The Fast cars and Super Balsamic of Modena

 

Ferrari

 

Fast cars and Balsamic vinegar are also what Modena is famous for and while I may not be a car fan, going through the Museums of Ferrari, Lamborghini and Maserati with a car enthusiast was an easy way to kick start my enthusiasm. How could I not ogle at the sleek lines, ooze over the timeless models and sneakily stroke the curves of their lustrous bodies.

Our first stop was still within the grounds of the Hombre parmesan cheese producer as Umberto Panini, the founder, had generously bought the historic collection of Maserati’s before they went to auction when the company changed ownership. As described on the website ‘The passion of a great man!‘ He was convinced these antique classics should remain forever in their home territory to be admired by visitors from far and wide. From racing cars to street cars for adults and even for kids!

And in the garage across from the collection we found a rather surprising sound system being made by iXOOST from recycled Formula 1 exhaust systems. A little out of our price range – € 5,000 – € 10,000!  We understand very popular with Emirates sheikhs, as for an enthusiast there’s nothing like the sound of a vibrating engine!

Next stop was the Lamborghini museum which when we arrived was knock off time forLamborghini museum the factory workers who streamed out, noticeably driving very modest vehicles. At the entrance I was already tempted by the model outside since it went so well with my jacket! We slipped inside to scrutinize more sleek bodies….

and the classic 1970’s Lamborghini Miura complete with the fluttering eyelashes!Lamborghini eyelashesLamborghini Miura 1970's

 

 

 

 

Senna victoriousSenna Formula 1 car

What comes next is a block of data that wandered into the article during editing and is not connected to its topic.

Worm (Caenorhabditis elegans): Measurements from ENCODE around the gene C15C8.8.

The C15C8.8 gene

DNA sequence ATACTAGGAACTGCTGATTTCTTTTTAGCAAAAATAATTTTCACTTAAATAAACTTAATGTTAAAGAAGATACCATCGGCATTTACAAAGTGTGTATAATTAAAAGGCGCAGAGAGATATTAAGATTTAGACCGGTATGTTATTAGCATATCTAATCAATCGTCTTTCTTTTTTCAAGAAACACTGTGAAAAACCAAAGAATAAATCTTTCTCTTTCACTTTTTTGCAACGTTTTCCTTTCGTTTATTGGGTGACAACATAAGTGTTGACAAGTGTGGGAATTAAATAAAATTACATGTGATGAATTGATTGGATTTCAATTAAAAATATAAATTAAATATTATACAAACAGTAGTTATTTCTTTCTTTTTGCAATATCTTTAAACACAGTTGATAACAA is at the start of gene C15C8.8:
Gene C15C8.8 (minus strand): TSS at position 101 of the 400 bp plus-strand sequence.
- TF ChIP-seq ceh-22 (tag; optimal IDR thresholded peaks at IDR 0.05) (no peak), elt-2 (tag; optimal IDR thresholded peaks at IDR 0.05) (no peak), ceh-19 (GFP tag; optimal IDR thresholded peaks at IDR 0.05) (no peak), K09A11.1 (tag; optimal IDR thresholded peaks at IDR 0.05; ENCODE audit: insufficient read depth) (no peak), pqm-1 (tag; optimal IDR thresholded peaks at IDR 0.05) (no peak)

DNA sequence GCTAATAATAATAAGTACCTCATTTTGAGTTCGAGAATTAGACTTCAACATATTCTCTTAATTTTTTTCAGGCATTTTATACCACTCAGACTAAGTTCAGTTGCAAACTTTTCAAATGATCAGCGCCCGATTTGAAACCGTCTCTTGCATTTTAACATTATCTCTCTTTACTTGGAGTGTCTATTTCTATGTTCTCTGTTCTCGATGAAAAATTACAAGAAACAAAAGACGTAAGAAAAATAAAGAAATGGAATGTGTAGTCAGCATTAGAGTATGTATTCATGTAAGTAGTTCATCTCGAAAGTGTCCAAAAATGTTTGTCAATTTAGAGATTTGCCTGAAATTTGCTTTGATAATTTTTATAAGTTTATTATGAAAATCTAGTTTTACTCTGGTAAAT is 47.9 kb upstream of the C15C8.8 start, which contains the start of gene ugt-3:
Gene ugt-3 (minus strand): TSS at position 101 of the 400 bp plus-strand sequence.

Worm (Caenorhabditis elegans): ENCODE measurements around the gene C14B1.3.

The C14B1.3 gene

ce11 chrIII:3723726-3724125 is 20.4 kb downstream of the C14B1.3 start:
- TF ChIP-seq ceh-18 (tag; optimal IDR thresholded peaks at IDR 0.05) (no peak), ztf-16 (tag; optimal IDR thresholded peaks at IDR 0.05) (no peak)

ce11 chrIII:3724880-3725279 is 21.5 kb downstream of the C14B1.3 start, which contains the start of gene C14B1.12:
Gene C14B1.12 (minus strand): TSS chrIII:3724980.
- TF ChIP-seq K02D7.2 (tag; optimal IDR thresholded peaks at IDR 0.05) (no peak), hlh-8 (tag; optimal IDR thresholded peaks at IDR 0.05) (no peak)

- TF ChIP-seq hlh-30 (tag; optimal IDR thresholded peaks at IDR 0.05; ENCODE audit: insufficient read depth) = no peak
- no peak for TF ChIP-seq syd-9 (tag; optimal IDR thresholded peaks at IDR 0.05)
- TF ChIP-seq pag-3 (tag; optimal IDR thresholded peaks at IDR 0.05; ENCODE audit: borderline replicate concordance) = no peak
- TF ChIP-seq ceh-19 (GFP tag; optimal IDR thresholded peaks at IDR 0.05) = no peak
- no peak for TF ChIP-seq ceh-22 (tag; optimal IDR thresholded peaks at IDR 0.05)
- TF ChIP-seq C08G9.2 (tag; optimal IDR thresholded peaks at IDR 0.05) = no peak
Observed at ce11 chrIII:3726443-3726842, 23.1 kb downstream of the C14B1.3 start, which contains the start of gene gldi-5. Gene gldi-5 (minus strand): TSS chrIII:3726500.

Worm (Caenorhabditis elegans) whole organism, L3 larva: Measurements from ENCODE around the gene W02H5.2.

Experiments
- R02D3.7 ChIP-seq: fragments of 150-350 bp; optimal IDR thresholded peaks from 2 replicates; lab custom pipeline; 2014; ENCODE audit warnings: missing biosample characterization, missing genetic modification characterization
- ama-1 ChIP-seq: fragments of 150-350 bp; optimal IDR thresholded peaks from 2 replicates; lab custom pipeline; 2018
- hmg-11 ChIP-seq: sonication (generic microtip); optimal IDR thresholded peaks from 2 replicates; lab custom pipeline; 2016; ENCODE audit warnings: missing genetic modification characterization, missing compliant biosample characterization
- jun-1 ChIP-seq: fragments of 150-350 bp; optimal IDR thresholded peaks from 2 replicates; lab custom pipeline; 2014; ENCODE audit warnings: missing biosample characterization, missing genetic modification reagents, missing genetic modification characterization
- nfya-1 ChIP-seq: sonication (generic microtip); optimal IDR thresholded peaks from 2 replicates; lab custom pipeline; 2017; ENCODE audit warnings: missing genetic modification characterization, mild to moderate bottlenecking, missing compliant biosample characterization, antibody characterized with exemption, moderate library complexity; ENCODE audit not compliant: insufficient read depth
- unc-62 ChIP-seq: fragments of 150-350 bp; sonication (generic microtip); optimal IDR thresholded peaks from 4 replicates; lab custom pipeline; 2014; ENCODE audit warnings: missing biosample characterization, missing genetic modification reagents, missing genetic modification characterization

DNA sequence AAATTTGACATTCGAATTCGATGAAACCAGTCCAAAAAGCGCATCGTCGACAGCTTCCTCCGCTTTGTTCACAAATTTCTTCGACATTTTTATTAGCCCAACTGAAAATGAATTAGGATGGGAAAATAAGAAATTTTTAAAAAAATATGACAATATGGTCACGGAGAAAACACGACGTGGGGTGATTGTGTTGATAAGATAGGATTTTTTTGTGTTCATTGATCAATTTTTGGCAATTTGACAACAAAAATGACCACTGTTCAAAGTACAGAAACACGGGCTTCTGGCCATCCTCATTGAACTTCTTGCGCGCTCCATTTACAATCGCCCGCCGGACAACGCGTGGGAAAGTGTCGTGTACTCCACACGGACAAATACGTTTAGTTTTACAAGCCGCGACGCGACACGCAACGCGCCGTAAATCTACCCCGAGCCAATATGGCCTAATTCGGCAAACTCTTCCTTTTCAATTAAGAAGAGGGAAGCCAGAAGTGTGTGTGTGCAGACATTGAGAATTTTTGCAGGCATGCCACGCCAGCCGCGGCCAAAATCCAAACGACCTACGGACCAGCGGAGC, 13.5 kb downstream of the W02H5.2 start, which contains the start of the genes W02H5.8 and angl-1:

Together with an exhibition on Ayrton Senna Formula 1 driver, his victories and tragic crash.

 

 

 

And if you have come looking for the fast cars of Modena of course you can’t go past the famous Ferrari in all it’s glory and gleaming glossy red. The gem of Italian design that never dates and continues to enthral fans young and old.


The Ferrari Museum is a little out of the way (as are Lamborghini and the Maserati collection) but for enthusiasts a must, the ‘birthplace of a dream’ that continues to this day.

We tootled back towards Modena in my little red Ferrari… oops my little ‘Ferrari red’ Renault Clio! Time to savour the famous Balsamic vinegar at one of the oldest balsamic producers – Acetaia Malpighi since 1850. Balsamic vinegar has been Ancient Balsamic barrelproduced since the Middle Ages and the wooden barrels passed down from generation to generation. Here Acetaia Malpighi proudly showed their ancient barrel built in the 1500’s, recoated with timber in 1750 and again in 1920 and still producing exquisite Balsamic vinegar.

To produce an authentic traditional Balsamic vinegar 5 important elements are required – the right Microclimate of Modena (cold/humid in the winter, hot/humid in the summer), Grape varieties of Trebbiano and Lambrusco, wooden barrels,  adherence to the strict regulations imposed by the Consortium and a minimum age of 12 years.

The process is quite simple as the grapes are crushed, pressed, then slowly cooked over a fire for 24-48 hours to produce must (unfermented juice). After resting and undergoing fermentation, the must is then decanted and transferred through a battery of barrels of different sizes and wood types that are stored in an area that ensures natural thermal ranges and aeration.  Our guide explained the process and showed us some of the old equipment that was used.

To give an idea of quantity, Acetaia Malpigi need 90kilos of grapes ageing over 25 Acetaia Malpigh productsyears to produce 7 x 100ml bottles. Hence the high price for a traditional balsamic that is exquisite and worth every cent. (price range  € 40 – € 400+ for the extra old)